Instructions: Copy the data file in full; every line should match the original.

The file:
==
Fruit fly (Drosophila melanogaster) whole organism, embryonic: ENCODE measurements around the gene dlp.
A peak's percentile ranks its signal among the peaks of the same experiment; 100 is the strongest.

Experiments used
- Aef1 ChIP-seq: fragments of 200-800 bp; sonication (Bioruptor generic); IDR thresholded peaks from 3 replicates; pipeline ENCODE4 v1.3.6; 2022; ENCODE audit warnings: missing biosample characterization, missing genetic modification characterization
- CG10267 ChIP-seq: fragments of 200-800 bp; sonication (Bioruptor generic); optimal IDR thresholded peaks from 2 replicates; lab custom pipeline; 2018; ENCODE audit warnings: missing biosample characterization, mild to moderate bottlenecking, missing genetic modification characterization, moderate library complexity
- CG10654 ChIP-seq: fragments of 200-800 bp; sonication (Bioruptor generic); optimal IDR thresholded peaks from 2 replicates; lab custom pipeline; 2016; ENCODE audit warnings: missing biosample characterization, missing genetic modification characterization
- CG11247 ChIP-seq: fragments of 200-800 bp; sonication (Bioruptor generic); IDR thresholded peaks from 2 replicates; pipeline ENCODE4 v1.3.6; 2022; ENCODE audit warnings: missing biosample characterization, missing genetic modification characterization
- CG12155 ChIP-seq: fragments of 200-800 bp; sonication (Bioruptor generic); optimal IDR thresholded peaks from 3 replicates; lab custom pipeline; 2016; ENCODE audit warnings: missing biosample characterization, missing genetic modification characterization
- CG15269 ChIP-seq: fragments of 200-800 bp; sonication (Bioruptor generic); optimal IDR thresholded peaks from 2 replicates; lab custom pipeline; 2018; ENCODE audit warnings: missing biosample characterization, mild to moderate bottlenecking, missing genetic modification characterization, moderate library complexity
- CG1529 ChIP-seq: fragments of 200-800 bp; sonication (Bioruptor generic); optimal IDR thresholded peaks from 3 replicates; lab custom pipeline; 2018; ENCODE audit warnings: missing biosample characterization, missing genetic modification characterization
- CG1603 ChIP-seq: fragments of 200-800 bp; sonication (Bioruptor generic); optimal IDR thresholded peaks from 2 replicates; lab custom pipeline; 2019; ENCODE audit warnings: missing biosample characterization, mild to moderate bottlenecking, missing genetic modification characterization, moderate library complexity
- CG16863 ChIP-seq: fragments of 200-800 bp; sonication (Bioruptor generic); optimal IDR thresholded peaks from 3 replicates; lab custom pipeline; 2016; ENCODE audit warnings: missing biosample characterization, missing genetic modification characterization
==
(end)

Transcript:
Fruit fly (Drosophila melanogaster) whole organism, embryonic: ENCODE measurements around the gene dlp.
A peak's percentile ranks its signal among the peaks of the same experiment; 100 is the strongest.

Experiments used
- Aef1 ChIP-seq: fragments of 200-800 bp; sonication (Bioruptor generic); IDR thresholded peaks from 3 replicates; pipeline ENCODE4 v1.3.6; 2022; ENCODE audit warnings: missing biosample characterization, missing genetic modification characterization
- CG10267 ChIP-seq: fragments of 200-800 bp; sonication (Bioruptor generic); optimal IDR thresholded peaks from 2 replicates; lab custom pipeline; 2018; ENCODE audit warnings: missing biosample characterization, mild to moderate bottlenecking, missing genetic modification characterization, moderate library complexity
- CG10654 ChIP-seq: fragments of 200-800 bp; sonication (Bioruptor generic); optimal IDR thresholded peaks from 2 replicates; lab custom pipeline; 2016; ENCODE audit warnings: missing biosample characterization, missing genetic modification characterization
- CG11247 ChIP-seq: fragments of 200-800 bp; sonication (Bioruptor generic); IDR thresholded peaks from 2 replicates; pipeline ENCODE4 v1.3.6; 2022; ENCODE audit warnings: missing biosample characterization, missing genetic modification characterization
- CG12155 ChIP-seq: fragments of 200-800 bp; sonication (Bioruptor generic); optimal IDR thresholded peaks from 3 replicates; lab custom pipeline; 2016; ENCODE audit warnings: missing biosample characterization, missing genetic modification characterization
- CG15269 ChIP-seq: fragments of 200-800 bp; sonication (Bioruptor generic); optimal IDR thresholded peaks from 2 replicates; lab custom pipeline; 2018; ENCODE audit warnings: missing biosample characterization, mild to moderate bottlenecking, missing genetic modification characterization, moderate library complexity
- CG1529 ChIP-seq: fragments of 200-800 bp; sonication (Bioruptor generic); optimal IDR thresholded peaks from 3 replicates; lab custom pipeline; 2018; ENCODE audit warnings: missing biosample characterization, missing genetic modification characterization
- CG1603 ChIP-seq: fragments of 200-800 bp; sonication (Bioruptor generic); optimal IDR thresholded peaks from 2 replicates; lab custom pipeline; 2019; ENCODE audit warnings: missing biosample characterization, mild to moderate bottlenecking, missing genetic modification characterization, moderate library complexity
- CG16863 ChIP-seq: fragments of 200-800 bp; sonication (Bioruptor generic); optimal IDR thresholded peaks from 3 replicates; lab custom pipeline; 2016; ENCODE audit warnings: missing biosample characterization, missing genetic modification characterization